Graeme McDowell explains what went wrong in a TV interview with the Golf Channel.Graeme McDowell could be forgiven for having a love-hate relationship with the rules of golf after incurring yet another bizarre penalty.

Needing a top-five finish in the BMW Championship at Crooked Stick to qualify for the season-ending Tour Championship, the Ulsterman came to his final hole at five under for his round having just holed a nine-iron from 155 yards for an eagle two at the eighth.

Bunkered at the ninth, he got up and down for what appeared to be a birdie four and a 66 but he already suspected he’d fallen foul of the rules and ended up signing for a bogey six and a round of 68 that left him tied 16th on four under, four shots behind the leaders.

The problem? He touched a loose impediment in a hazard.

“Yeah, disappointing way to end the day.  I holed my second shot on 8 there, which was really nice, 155‑yard 9‑iron, one‑hopped it in, and I kind of spun out my second shot with a 9‑iron into the right trap, and a very unusual scenario when I’ve got a small branch behind my ball with a leaf attached to it, and in the process of addressing my golf ball, I grazed the top of the leaf, and I’m deemed to have touched a loose impediment in a hazard, which is a two‑shot penalty.  Despite the fact that nothing has moved, the lie hasn’t improved, I just didn’t give the branch enough respect.  I’ve never seen that scenario before.

The offending leaf

Q.  Were you aware of it at the time?
GRAEME McDOWELL:  Getting into the bunker, my caddie said to me, “You know you can’t touch that branch, right?”  I thought he meant of course I can’t remove that branch.  I just didn’t give it enough respect, and the second that I grazed it, we both knew perhaps we might be in trouble.  It was just kind of one of those moments where I’ve never seen that scenario before.  It’s a tough lesson.”

That a top professional could be caught out by the rules in this way is surprising, especially when every shot is so precious and you have just followed a missed cut with a share of 74th in the first two playoff events.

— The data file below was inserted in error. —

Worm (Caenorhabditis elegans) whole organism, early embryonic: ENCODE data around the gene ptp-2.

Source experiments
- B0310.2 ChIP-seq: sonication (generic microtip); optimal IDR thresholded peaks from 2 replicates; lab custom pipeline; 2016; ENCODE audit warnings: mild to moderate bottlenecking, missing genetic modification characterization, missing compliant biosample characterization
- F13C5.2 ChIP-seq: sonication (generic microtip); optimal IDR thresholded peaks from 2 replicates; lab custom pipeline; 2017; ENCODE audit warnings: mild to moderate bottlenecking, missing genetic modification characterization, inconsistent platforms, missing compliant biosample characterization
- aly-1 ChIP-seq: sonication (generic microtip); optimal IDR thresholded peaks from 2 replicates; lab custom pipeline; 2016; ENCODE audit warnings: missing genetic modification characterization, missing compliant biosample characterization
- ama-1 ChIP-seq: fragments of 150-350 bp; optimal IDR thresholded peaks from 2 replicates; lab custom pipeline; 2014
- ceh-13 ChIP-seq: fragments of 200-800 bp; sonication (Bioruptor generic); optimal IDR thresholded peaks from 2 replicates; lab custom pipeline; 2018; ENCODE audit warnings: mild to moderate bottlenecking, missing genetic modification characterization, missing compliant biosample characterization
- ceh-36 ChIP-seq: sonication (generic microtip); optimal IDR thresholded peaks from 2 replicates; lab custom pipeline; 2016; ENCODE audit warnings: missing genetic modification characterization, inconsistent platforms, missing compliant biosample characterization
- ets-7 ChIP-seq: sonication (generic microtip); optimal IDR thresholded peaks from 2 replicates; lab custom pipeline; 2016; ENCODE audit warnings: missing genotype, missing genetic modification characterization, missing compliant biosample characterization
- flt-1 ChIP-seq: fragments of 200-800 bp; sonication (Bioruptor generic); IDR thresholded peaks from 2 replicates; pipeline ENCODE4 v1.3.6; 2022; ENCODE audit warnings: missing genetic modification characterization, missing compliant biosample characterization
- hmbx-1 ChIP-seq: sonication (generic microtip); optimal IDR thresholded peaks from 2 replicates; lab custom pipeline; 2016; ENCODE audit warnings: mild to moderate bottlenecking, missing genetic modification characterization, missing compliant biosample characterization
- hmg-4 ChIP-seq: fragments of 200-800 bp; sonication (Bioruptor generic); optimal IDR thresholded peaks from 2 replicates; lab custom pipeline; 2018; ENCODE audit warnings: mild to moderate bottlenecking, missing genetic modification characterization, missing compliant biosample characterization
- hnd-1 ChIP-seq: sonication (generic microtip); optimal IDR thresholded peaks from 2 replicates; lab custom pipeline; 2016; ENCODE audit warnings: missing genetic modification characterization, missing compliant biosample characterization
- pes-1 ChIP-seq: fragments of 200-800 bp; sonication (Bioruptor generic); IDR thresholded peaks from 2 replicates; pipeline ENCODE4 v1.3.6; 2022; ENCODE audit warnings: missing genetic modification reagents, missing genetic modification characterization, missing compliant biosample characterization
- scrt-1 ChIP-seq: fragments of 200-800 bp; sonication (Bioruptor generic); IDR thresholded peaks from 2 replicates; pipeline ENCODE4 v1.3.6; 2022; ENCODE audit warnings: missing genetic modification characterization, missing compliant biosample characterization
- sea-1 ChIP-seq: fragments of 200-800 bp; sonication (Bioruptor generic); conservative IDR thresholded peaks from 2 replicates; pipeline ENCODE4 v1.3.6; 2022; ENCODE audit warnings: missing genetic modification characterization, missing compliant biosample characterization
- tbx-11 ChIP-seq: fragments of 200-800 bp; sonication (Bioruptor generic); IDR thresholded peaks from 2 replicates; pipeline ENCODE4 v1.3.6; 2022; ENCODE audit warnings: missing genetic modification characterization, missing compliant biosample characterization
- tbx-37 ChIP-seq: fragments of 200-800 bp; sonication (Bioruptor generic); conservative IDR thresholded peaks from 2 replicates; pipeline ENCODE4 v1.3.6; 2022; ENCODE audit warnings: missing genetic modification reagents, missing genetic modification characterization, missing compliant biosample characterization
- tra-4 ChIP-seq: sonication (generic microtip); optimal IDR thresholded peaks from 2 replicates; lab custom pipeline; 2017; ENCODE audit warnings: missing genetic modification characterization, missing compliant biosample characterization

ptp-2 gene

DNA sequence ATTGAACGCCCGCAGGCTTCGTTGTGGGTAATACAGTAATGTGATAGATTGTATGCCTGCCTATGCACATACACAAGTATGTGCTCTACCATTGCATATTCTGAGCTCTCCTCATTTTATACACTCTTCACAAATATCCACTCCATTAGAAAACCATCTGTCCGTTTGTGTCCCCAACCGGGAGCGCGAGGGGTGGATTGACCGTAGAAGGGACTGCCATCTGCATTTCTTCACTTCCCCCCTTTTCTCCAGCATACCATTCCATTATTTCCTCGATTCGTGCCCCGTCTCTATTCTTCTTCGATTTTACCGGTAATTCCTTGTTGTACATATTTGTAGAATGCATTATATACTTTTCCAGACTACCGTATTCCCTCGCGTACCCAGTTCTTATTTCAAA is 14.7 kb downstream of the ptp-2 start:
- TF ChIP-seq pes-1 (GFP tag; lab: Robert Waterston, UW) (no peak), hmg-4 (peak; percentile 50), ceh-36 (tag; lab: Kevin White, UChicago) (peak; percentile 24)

“It’s a self-policing game but it hurts sometimes,” McDowell said ruefully in a television interview.

In fairness to the world No 15, he took his punishment on the chin, just as he did in Wentworth this year, or in last year’s WGC-Cadillac Championship at Doral or the 2010 Honda Classic, to name but three.

At Doral and the Honda Classic he called the penalties on himself.

At Wentworth he also had misgivings but was called out by a TV viewer anyway after causing his ball to move from six feet away as he attempted to determined its lie on a pile of sticks in the bushes right of the 18th.

Many players are experts on the rules, such as Padraig Harrington, who was able to tell McDowell exactly what to do when he found a sprinkler head between his ball and the pin when just off the green in this year’s Irish Open.

McDowell plays his bunker shot on the ninth under the watchful gaze of his caddie, Ken Comboy.McDowell was told to go ahead an ask a rules official anyway, after all, Harrington has had his own mishaps with the rules over the years.

Knowing the rule could have saved McDowell two precious shots on this occasion. So while he gets top marks for integrity again, he’s learning the hard way.

As for Harrington, the Dubliner shot a two under 70 that does little for his chances of making the top 30 who will play in the Tour Championship.